Never Enough Mass Market Paperback – 29 Jul 2008
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|Mass Market Paperback, 29 Jul 2008||
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"Readers have a real treat waiting for them in Joe McGinniss's latest book."
-"Washington Post Book World"
"It's riveting and compulsively readable...McGinniss patiently unravels the case with plenty of fresh reporting..."
"This is a mesmerizing tale, with more twists and turns than most steamy crime novels. The irony of two wasted lives makes this cautionary tale perfect reading for a chilly autumn evening."
"McGinniss brilliantly deconstructs the highly dysfunctional Kissels...you can't argue with his ability to tell a good story. Readers of "Never Enough" get front-row seats to someone else's family horror fest."
"McGinniss...makes it absorbingly believable."
-"New York Daily News"
"In McGinniss's compelling account, the Kissel family -- full of potential but riven by endless battles among the brothers and their sister and father -- represent the American tragedy in which ambition and the pursuit of wealth turn deadly."
-"Publishers Weekly" --This text refers to the Paperback edition.
About the Author
Joe McGinniss Jr. is the author of "Carousel Court" and "The Delivery Man. "He lives in Washington, DC, with his family. --This text refers to the Paperback edition.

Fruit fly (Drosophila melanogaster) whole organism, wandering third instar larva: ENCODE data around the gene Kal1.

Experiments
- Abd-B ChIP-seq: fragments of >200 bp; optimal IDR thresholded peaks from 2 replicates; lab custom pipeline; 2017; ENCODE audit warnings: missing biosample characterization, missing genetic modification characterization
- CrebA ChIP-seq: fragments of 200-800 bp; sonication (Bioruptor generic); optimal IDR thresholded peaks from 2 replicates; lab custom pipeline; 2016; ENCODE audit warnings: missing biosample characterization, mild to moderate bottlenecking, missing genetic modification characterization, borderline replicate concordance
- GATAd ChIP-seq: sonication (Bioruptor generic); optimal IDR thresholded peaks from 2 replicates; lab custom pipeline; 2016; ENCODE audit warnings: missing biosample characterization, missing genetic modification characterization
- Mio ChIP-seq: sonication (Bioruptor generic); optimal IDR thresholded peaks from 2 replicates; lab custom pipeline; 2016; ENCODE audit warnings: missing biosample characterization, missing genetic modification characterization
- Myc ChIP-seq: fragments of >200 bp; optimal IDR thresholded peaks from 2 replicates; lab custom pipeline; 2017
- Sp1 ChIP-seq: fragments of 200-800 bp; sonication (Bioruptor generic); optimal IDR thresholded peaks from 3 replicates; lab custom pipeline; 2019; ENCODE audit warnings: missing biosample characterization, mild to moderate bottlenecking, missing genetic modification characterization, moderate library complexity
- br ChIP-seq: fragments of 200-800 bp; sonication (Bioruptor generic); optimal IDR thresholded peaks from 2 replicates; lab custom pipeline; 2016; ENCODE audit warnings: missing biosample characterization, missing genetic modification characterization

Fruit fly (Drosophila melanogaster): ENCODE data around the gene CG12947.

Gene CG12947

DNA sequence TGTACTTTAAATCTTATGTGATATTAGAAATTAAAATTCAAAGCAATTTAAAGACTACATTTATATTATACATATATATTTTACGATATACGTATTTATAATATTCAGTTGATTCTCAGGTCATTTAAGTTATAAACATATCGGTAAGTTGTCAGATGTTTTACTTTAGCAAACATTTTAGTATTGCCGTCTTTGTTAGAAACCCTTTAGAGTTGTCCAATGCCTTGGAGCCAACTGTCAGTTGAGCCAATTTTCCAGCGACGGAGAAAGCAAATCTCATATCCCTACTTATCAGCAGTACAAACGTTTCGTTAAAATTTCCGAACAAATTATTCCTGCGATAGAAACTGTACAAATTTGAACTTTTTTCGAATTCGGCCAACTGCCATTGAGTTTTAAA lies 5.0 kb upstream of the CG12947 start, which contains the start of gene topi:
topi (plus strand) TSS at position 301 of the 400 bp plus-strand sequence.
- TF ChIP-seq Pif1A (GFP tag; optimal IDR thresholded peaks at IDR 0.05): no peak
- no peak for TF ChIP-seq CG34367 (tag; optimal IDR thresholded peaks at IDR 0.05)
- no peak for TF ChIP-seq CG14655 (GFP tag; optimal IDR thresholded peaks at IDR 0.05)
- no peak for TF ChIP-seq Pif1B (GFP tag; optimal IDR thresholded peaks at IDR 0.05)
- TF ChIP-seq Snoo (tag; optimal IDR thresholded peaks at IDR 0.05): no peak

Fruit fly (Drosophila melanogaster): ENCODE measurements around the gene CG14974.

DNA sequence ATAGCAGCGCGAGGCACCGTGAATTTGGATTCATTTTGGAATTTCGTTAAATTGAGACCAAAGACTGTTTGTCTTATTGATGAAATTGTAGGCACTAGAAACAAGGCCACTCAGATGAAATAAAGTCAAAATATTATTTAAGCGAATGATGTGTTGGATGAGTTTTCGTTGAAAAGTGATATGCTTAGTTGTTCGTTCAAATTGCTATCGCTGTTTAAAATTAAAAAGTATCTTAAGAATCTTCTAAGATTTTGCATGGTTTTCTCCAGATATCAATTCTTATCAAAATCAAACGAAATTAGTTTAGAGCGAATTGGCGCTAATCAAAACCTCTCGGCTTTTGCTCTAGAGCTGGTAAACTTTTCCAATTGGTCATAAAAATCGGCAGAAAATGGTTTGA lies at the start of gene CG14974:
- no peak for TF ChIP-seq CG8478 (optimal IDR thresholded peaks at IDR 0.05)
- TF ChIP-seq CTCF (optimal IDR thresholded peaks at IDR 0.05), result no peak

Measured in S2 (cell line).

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Top Customer Reviews
The book tells the story of two good-looking, well-educated, highly intelligent brothers, Robert and Andrew Kissel. Both grew up under the thumb of Bill Kissel, a wealthy entrepreneur, who was an extremely domineering and harsh father. Robert Kissel, the younger brother, grew up to be a brilliant and successful investment banker. He married Nancy Keeshin, a college dropout working as a waitress at the time that they met. Andrew, the older brother, grew up to be a real estate developer. He married Hayley Wolff, a well-educated stock analyst and former world class skier.
The book focuses primarily of Robert's story, with Andrew as the secondary story, which pretty much mirrors the way life treated them. Robert's story is the more interesting one, as it has many juicy elements, such as marital infidelity, a fascinating foreign city in which the murder took place, and the glamorous life style of wealthy ex-pats , all laid out against the backdrop of some gothic family drama. Andrew's story, on the other hand, is more pathetic. He simply turned to a life of crime, lived way beyond his means, and embezzled money from the cooperative apartment building in which he lived.
The author skillfully outlines the events that led to the murders. In Robert's case, his wife's infidelity and her obsession with Michael Del Priore, her blue-collar lover, prompted her to do the unspeakable.Read more ›
Nancy was an utter piece of work that at times seemed to live in her own little parallel universe. As usual with true murder cases involving the very rich they have everything and still want more.....never satisfied. She especially upset me over Rob's 40th birthday...I had to laugh too at how many times she said her ribs were broken. Seems they were permanently in pieces !!